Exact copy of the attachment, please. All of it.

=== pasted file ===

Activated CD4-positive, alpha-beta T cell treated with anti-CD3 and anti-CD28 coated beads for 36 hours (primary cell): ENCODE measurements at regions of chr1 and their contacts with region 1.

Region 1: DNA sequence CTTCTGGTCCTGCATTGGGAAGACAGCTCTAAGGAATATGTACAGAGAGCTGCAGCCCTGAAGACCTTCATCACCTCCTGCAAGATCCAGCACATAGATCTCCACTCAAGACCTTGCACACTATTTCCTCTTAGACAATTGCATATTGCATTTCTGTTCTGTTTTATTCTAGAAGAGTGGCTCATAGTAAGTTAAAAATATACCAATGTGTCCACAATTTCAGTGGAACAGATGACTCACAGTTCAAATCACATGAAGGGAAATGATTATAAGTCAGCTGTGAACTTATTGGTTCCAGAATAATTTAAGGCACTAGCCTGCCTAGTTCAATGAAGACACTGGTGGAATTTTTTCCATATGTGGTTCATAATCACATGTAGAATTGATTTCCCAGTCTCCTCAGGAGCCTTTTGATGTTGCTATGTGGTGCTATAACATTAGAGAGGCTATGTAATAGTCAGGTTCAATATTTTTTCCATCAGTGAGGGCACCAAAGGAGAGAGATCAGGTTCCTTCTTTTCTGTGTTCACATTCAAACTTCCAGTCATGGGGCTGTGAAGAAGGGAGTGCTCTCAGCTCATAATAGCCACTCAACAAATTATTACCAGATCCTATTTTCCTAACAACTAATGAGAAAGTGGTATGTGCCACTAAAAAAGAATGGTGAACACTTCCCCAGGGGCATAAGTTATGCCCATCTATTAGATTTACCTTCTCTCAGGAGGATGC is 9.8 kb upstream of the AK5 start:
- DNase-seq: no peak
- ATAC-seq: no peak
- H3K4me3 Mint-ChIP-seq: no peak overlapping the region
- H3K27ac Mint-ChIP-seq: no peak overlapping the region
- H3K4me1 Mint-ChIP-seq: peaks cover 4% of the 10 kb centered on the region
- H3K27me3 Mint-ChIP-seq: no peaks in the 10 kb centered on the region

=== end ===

Activated CD4-positive, alpha-beta T cell treated with anti-CD3 and anti-CD28 coated beads for 36 hours (primary cell): ENCODE measurements at regions of chr1 and their contacts with region 1.

Region 1: DNA sequence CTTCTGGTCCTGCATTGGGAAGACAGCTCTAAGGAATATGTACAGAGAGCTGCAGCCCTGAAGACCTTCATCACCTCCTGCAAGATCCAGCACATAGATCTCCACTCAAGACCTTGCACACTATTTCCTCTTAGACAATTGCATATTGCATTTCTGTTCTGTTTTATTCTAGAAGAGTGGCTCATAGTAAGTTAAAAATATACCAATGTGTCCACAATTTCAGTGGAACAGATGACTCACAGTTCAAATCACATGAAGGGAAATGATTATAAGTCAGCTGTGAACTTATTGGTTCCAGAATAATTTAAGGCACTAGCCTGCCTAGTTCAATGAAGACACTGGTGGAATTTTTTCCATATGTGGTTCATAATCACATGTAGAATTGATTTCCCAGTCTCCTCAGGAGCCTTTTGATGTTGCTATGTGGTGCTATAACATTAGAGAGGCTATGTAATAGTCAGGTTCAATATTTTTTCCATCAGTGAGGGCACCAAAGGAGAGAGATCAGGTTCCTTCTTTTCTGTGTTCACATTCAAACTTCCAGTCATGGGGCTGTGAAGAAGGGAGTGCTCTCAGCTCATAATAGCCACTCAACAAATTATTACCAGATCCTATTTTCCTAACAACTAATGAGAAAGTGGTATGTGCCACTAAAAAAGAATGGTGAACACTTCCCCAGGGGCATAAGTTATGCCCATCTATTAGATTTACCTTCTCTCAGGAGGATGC is 9.8 kb upstream of the AK5 start:
- DNase-seq: no peak
- ATAC-seq: no peak
- H3K4me3 Mint-ChIP-seq: no peak overlapping the region
- H3K27ac Mint-ChIP-seq: no peak overlapping the region
- H3K4me1 Mint-ChIP-seq: peaks cover 4% of the 10 kb centered on the region
- H3K27me3 Mint-ChIP-seq: no peaks in the 10 kb centered on the region